Consult your style guide. If you don’t have one, write one before the submissions start to arrive. The HKWC style guide is our bedrock, and has been passed from editor to editor; which doesn’t mean it can’t be tweaked occasionally. Yet the relief of knowing that, for example, ‘realize’ will be ‘realise’, and ‘OK’, ‘okay’, gives you more time to concentrate on the creative side of your work – aka the fun bit.

3. Know your limits
In a self-publishing age, it’s important to realise that you can’t do everything yourself. An editor or editing team is unlikely to have the talent to design a professional-standard cover or typeset the manuscript in its final form. Get help, which means paying for help when necessary.

4. Get a second opinion
HKWC anthologies rarely operate with a single editor. In general, an editing team is established long before the theme is dreamt up and submissions received. There is no ideal number, a lot depends on personality, but a small team of two or three – each with specific roles and responsibilities – is preferable to a committee.

5. Use Word tools
Upon opening a submission click Tools -> Track changes -> Highlight changes and tick all the boxes before you engage with the text. This feature shows the writer exactly how you’ve nuked the nuance from their piece and allows them to ‘accept’ or ‘reject’ your changes when they take a look at your edit.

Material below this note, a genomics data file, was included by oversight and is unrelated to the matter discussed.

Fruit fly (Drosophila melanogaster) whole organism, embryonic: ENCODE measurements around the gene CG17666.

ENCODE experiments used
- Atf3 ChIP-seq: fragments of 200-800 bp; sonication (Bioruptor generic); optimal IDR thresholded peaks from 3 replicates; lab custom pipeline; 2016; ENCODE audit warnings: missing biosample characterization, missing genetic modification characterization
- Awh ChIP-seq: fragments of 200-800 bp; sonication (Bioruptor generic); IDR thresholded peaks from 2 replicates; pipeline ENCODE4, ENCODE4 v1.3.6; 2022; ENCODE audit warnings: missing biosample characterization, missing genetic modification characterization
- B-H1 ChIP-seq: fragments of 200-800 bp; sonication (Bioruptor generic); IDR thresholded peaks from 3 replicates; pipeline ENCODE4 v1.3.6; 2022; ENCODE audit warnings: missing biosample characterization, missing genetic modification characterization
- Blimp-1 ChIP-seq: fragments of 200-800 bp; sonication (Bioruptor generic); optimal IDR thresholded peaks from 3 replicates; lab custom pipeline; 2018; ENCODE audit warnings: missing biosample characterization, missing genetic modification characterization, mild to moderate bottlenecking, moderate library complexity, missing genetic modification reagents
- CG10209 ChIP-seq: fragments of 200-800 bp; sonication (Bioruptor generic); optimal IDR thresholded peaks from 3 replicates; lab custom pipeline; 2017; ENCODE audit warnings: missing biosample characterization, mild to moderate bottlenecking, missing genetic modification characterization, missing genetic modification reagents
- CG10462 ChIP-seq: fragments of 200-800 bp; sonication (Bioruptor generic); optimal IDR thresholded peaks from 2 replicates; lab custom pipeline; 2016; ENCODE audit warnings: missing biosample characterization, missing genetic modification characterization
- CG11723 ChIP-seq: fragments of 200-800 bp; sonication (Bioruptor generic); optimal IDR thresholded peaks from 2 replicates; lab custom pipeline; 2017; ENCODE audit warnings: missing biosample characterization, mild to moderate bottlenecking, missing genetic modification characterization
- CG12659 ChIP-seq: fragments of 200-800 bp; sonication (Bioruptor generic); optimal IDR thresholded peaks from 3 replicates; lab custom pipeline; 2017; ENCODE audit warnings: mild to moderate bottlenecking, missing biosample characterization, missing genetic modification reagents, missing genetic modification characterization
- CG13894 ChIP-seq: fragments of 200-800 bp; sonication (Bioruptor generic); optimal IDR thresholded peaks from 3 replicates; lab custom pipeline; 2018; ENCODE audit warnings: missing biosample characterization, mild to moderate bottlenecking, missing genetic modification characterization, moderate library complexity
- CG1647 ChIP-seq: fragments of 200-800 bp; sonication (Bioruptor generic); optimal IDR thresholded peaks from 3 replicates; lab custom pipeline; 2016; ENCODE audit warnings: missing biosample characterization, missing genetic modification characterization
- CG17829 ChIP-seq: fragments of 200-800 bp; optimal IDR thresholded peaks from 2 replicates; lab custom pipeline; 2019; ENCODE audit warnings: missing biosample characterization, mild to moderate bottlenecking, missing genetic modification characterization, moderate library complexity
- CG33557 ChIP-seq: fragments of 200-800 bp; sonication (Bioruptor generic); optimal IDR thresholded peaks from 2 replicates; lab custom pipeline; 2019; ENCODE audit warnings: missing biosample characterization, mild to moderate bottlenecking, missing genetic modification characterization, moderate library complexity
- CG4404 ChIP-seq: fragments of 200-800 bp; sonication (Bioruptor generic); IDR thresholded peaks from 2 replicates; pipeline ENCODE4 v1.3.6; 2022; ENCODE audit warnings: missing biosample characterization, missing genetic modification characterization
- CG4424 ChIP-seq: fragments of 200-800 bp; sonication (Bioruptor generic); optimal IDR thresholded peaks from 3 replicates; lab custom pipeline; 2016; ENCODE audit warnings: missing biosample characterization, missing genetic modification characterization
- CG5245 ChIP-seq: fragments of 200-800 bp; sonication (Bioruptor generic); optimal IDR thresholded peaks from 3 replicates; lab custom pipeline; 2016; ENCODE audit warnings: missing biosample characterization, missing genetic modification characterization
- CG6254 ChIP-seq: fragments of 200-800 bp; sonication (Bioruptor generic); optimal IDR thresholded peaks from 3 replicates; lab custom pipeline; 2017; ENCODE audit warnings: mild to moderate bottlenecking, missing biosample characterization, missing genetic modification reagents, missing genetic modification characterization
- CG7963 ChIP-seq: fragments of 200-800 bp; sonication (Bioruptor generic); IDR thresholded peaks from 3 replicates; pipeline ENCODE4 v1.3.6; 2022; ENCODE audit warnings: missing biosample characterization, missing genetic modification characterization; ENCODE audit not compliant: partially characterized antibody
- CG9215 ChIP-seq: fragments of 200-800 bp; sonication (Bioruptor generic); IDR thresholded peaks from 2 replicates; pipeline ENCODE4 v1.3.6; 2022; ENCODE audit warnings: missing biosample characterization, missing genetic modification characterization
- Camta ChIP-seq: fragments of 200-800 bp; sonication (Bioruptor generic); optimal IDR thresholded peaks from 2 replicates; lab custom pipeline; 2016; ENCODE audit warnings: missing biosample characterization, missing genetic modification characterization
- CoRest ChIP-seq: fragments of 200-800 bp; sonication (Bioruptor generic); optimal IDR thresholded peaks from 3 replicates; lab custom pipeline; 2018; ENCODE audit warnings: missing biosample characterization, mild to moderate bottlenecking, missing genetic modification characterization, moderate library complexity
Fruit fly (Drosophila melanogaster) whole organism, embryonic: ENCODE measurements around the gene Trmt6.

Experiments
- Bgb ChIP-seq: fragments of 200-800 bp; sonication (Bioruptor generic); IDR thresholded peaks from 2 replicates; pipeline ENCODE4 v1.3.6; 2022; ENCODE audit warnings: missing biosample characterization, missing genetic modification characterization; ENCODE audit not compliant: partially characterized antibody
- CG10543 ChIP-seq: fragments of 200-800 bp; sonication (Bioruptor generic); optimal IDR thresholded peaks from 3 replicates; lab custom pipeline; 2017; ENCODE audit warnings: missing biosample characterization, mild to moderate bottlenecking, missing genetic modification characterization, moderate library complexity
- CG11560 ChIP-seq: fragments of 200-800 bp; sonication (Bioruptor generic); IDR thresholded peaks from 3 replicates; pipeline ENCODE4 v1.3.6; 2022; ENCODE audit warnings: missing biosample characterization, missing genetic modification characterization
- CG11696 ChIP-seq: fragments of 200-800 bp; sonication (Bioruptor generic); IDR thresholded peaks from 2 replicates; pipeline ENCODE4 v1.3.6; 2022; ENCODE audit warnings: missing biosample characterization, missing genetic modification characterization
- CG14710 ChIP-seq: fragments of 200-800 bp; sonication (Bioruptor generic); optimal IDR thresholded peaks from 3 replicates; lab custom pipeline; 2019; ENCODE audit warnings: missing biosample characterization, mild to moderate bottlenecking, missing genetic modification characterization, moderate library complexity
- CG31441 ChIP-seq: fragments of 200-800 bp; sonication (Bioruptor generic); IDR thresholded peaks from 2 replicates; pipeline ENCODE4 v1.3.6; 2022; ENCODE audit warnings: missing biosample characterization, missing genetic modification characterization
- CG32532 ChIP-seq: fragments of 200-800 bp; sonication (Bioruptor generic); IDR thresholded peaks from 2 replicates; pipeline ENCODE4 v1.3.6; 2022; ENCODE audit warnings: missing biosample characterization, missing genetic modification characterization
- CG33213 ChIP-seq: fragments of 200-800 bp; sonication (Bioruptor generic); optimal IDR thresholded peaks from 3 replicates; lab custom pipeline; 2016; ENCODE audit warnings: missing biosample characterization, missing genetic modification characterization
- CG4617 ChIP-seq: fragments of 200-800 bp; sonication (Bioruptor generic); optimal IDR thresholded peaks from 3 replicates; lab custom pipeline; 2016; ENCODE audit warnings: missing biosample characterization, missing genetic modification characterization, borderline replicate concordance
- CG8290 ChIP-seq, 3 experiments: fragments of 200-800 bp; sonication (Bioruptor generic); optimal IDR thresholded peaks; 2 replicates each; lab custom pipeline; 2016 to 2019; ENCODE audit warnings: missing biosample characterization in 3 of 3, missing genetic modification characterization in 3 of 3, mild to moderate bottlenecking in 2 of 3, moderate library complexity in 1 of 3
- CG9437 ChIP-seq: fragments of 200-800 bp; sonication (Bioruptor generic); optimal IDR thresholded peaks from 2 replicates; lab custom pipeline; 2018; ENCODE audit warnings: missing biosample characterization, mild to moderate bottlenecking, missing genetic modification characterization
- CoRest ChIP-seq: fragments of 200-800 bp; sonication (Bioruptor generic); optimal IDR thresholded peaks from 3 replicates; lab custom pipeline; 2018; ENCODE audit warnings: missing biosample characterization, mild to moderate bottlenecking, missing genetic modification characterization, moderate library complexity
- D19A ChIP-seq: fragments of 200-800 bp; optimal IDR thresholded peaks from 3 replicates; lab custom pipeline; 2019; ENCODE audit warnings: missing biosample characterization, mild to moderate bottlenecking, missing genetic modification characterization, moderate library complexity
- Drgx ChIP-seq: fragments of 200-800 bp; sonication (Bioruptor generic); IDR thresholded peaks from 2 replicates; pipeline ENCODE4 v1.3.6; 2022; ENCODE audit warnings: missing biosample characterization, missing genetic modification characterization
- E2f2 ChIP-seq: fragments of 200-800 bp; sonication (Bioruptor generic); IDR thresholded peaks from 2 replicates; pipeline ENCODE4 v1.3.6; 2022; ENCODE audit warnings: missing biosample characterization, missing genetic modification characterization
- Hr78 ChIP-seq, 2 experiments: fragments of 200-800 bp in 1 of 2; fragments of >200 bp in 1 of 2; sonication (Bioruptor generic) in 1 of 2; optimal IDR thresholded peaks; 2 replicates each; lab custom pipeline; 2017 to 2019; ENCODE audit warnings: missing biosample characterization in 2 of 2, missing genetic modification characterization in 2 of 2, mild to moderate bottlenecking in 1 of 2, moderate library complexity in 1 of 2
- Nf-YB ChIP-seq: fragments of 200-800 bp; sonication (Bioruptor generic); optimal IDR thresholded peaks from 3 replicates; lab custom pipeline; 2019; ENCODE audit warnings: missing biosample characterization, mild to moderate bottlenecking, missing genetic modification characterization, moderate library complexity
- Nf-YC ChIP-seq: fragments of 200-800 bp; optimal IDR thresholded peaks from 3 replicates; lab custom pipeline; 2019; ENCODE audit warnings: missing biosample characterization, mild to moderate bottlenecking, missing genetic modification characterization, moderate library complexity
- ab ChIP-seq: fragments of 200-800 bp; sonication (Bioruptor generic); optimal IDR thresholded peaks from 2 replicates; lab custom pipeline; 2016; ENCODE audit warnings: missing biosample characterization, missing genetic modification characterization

[Remember to keep a separate draft of every story at each stage of the process so you can cross-reference changes and see which of those rejections you might have to ‘unreject’ for the sake of the story/anthology.]

To give general or specific feedback use Insert -> New comment. Bar typos or grammatical boobs, it’s better to suggest before you change. Use comments to ask questions or offer alternative words or sentence rewrites in parenthesis.

6. Manage expectations
After accepting a story and relaying the good news, tell writers when you will be in touch with your initial edits. On sending them, be clear what you want. Unless you want a complete rewrite (unlikely) stress that only the indicated parts of the text need changing, otherwise you may find yourself with a whole heap of fresh editing to undertake.